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Swamp post oak facts for kids

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Swamp post oak
Conservation status
Scientific classification
Quercus similis.PNG

Quercus similis, the swamp post oak or bottomland post oak, is an oak species native to the southeastern and south-central United States. The greatest concentration of populations is in Louisiana and Arkansas, Mississippi, and eastern Texas, with isolated population in Missouri, Alabama, and the Coastal Plain of Georgia and South Carolina.

Quercus similis is a deciduous tree up to 25 meters (82 feet) tall. It has a straight trunk. The bark is brown and flaky. The branches are gray, thick between 2 and 3 mm in diameter. The leaves are between 8 to 12 cm (3 to 4.5 in) long and 5 to 8 cm (2 to 3 in) wide, more or less closely egg-shaped. The apex is acute or rounded, base shortly indicated. The leaf margins are flat with two or three pairs of shallow lobes apical half, shiny dark green on top but gray underneath between 3 and 5 pairs of veins. The petiole is between 3 and 10 mm long. The flowers appear in spring. The acorns are between 1.2 to 1.6 cm (0.47 to 0.63 in) long, oblong, and dark brown. It produces acorns one at a time or in groups of three.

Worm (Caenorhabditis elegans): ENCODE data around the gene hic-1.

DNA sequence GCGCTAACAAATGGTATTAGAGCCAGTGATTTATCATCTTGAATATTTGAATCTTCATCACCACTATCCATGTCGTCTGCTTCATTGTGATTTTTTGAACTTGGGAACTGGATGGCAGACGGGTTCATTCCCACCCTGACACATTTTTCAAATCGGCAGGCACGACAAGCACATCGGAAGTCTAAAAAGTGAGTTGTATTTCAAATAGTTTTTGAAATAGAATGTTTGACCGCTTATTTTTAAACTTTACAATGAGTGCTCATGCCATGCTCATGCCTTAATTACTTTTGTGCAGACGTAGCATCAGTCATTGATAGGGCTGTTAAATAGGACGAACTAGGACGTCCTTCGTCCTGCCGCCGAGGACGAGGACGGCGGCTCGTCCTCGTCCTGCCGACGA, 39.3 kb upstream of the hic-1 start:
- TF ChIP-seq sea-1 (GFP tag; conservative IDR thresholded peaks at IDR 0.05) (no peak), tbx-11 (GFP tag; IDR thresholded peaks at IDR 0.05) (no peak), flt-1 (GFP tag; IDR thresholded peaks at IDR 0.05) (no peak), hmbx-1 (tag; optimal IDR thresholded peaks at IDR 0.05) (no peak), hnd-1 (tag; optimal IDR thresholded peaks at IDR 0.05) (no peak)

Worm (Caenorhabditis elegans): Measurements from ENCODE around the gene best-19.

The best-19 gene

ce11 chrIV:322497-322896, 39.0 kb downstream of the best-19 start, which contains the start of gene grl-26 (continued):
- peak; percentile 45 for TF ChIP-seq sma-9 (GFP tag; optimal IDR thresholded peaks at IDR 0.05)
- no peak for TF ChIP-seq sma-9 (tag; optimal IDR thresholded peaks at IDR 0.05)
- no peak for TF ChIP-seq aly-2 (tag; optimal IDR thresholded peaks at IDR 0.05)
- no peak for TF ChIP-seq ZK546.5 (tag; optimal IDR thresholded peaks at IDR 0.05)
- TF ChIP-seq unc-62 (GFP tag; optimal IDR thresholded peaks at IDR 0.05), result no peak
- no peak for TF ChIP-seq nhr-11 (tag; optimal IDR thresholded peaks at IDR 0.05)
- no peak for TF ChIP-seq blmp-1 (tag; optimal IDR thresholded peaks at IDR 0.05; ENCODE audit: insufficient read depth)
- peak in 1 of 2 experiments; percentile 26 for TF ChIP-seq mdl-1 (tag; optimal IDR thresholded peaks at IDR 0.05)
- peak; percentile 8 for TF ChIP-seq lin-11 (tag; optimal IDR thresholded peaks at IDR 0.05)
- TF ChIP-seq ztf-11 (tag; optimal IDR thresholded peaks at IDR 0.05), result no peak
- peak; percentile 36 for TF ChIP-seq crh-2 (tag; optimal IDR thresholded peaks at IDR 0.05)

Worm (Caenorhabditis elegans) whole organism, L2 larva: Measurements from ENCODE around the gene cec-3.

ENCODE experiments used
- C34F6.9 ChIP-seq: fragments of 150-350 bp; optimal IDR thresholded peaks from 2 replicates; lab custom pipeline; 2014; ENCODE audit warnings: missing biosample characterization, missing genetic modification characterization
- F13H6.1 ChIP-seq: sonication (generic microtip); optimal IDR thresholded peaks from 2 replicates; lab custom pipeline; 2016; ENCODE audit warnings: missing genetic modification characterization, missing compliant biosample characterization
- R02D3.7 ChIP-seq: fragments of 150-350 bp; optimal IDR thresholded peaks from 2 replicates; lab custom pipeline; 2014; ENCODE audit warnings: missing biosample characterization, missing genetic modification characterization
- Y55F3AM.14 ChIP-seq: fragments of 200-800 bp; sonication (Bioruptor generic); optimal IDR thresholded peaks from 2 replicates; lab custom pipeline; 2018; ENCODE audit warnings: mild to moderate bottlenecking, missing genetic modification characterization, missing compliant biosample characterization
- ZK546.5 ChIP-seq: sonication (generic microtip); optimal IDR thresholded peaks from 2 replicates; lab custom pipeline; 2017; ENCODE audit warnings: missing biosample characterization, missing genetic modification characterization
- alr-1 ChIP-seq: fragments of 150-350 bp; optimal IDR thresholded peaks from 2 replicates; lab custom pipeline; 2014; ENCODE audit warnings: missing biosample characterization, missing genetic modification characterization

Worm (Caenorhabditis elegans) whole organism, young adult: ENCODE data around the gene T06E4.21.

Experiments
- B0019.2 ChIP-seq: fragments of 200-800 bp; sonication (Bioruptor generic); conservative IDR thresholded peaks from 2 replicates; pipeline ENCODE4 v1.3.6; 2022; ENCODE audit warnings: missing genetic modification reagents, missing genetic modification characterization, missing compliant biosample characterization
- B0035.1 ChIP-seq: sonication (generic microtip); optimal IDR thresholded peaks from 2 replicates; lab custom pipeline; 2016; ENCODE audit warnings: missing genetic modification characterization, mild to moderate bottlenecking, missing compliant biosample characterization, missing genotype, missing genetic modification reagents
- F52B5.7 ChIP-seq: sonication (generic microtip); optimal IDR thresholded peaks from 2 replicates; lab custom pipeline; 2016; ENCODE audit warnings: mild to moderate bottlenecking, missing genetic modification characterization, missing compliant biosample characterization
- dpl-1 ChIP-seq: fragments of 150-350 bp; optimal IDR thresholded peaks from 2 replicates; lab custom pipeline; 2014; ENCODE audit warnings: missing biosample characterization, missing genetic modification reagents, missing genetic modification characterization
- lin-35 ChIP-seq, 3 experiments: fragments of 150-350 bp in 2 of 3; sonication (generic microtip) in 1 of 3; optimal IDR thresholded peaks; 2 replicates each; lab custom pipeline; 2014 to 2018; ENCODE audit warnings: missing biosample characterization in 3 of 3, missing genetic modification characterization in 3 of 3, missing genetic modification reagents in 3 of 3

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Swamp post oak Facts for Kids. Kiddle Encyclopedia.